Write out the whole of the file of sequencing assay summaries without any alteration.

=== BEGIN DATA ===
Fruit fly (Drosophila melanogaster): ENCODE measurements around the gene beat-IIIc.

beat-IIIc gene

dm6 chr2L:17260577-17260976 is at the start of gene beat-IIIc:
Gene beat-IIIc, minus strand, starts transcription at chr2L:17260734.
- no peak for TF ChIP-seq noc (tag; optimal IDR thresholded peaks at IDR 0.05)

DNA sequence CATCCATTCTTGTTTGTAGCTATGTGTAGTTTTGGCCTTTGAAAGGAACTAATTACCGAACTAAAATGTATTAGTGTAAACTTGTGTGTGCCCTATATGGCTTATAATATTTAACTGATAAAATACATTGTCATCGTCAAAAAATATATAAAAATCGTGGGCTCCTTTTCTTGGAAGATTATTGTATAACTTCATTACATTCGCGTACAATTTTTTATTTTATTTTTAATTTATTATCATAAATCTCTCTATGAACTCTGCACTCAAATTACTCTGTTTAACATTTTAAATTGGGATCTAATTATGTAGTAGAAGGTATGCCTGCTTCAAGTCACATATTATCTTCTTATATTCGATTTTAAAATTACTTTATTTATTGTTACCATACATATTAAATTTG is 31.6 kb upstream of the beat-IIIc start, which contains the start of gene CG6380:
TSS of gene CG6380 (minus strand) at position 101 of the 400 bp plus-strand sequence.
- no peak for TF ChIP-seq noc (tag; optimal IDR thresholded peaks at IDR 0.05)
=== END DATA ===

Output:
Fruit fly (Drosophila melanogaster): ENCODE measurements around the gene beat-IIIc.

beat-IIIc gene

dm6 chr2L:17260577-17260976 is at the start of gene beat-IIIc:
Gene beat-IIIc, minus strand, starts transcription at chr2L:17260734.
- no peak for TF ChIP-seq noc (tag; optimal IDR thresholded peaks at IDR 0.05)

DNA sequence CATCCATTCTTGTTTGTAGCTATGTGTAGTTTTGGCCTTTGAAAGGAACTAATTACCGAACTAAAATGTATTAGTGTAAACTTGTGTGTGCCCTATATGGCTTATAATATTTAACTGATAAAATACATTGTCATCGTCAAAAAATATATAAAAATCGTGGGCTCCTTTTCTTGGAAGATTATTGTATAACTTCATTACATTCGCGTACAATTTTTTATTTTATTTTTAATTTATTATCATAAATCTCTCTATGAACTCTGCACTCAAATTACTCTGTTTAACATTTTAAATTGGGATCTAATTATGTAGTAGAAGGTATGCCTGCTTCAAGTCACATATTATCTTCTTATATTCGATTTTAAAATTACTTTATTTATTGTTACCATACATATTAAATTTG is 31.6 kb upstream of the beat-IIIc start, which contains the start of gene CG6380:
TSS of gene CG6380 (minus strand) at position 101 of the 400 bp plus-strand sequence.
- no peak for TF ChIP-seq noc (tag; optimal IDR thresholded peaks at IDR 0.05)